Researchers at Johns Hopkins say they have evidence that more than one-third of young women are willing and able to use a free, easily available home test kit to privately and accurately learn if they are infected with Chlamydia trachomatis, the most common sexually transmitted disease (STD) in this group.
Among the women, mostly under age 25, who used the kit -- developed by Hopkins -- 87 percent did so by ordering it on the Internet. The kit, which costs about $10 to manufacture, was provided free for study participants.
"Our results confirm that home test kits ordered via the Internet provided young women with a safe and effective means for protecting their sexual reproductive health," says study lead investigator and infectious disease specialist Charlotte Gaydos, M.S., Dr.P.H., associate professor of medicine at The Johns Hopkins University School of Medicine. "The Internet is how the current generation does business -- from researching homework to shopping for clothes. Not surprisingly, they prefer using the Internet to also help take care of their health."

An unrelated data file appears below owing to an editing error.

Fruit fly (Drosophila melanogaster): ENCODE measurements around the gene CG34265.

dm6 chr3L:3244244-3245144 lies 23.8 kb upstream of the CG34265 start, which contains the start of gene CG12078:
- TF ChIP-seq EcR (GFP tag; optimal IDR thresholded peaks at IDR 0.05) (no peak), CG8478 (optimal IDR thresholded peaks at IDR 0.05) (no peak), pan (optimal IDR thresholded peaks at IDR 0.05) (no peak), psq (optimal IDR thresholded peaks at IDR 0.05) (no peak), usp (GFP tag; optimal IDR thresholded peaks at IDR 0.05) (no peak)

The Hopkins findings, to be presented at the 105th general meeting of the American Society for Microbiology on June 8, are believed to be the first to show that online access to self-sampling test kits for Chlamydia is an effective way to address the spread, detection and treatment of the disease. This age group also has the highest risk of contracting an STD and has historically been the least likely group to undergo regular testing.
Results of a new survey by the same investigators, also to be presented at the ASM meeting, warn that reinfection rates for Chlamydia were alarmingly high among middle- and high-school students in Baltimore, Md.